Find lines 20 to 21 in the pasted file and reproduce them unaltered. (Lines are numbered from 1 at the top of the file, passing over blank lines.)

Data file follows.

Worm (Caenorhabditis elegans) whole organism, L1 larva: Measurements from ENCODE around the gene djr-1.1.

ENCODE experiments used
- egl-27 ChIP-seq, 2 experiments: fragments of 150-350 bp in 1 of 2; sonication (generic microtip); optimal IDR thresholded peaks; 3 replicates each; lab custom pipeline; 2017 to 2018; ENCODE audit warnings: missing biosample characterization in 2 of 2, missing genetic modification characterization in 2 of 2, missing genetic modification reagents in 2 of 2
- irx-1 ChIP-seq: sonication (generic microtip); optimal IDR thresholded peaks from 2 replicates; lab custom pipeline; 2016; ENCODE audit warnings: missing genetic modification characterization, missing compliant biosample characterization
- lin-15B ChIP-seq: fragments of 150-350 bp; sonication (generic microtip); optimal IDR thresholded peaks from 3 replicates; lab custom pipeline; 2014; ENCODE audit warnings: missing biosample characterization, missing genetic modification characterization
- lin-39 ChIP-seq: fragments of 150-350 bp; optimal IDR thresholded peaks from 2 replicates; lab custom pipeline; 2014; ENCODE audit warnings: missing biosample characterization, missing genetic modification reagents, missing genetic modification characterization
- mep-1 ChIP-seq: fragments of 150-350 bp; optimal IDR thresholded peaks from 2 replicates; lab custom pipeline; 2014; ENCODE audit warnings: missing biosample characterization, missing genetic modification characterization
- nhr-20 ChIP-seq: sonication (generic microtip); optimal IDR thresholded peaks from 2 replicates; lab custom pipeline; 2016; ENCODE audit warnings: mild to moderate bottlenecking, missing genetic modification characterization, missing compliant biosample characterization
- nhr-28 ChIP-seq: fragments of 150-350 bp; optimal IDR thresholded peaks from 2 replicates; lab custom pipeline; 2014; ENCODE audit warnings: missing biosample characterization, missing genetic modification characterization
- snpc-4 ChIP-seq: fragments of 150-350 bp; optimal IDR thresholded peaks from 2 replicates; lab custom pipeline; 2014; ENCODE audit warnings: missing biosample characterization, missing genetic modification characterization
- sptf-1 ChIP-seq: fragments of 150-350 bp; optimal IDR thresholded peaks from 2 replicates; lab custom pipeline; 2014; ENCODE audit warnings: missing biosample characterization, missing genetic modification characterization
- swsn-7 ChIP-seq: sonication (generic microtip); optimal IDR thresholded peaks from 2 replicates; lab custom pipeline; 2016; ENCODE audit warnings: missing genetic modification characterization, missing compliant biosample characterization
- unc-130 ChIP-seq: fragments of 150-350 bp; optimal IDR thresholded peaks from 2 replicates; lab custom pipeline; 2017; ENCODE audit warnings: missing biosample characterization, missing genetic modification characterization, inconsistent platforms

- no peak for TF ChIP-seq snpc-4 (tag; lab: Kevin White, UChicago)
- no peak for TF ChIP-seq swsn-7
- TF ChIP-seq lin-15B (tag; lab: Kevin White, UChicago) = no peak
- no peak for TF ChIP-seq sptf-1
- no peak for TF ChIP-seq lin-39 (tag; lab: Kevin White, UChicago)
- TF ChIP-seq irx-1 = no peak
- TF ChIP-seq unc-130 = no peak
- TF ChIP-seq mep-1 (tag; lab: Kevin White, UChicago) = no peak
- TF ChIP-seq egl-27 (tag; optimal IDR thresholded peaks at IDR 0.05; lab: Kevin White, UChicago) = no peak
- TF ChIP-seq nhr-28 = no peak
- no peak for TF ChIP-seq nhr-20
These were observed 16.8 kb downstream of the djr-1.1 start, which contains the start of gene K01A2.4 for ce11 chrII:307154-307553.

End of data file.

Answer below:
- TF ChIP-seq unc-130 = no peak
- TF ChIP-seq mep-1 (tag; lab: Kevin White, UChicago) = no peak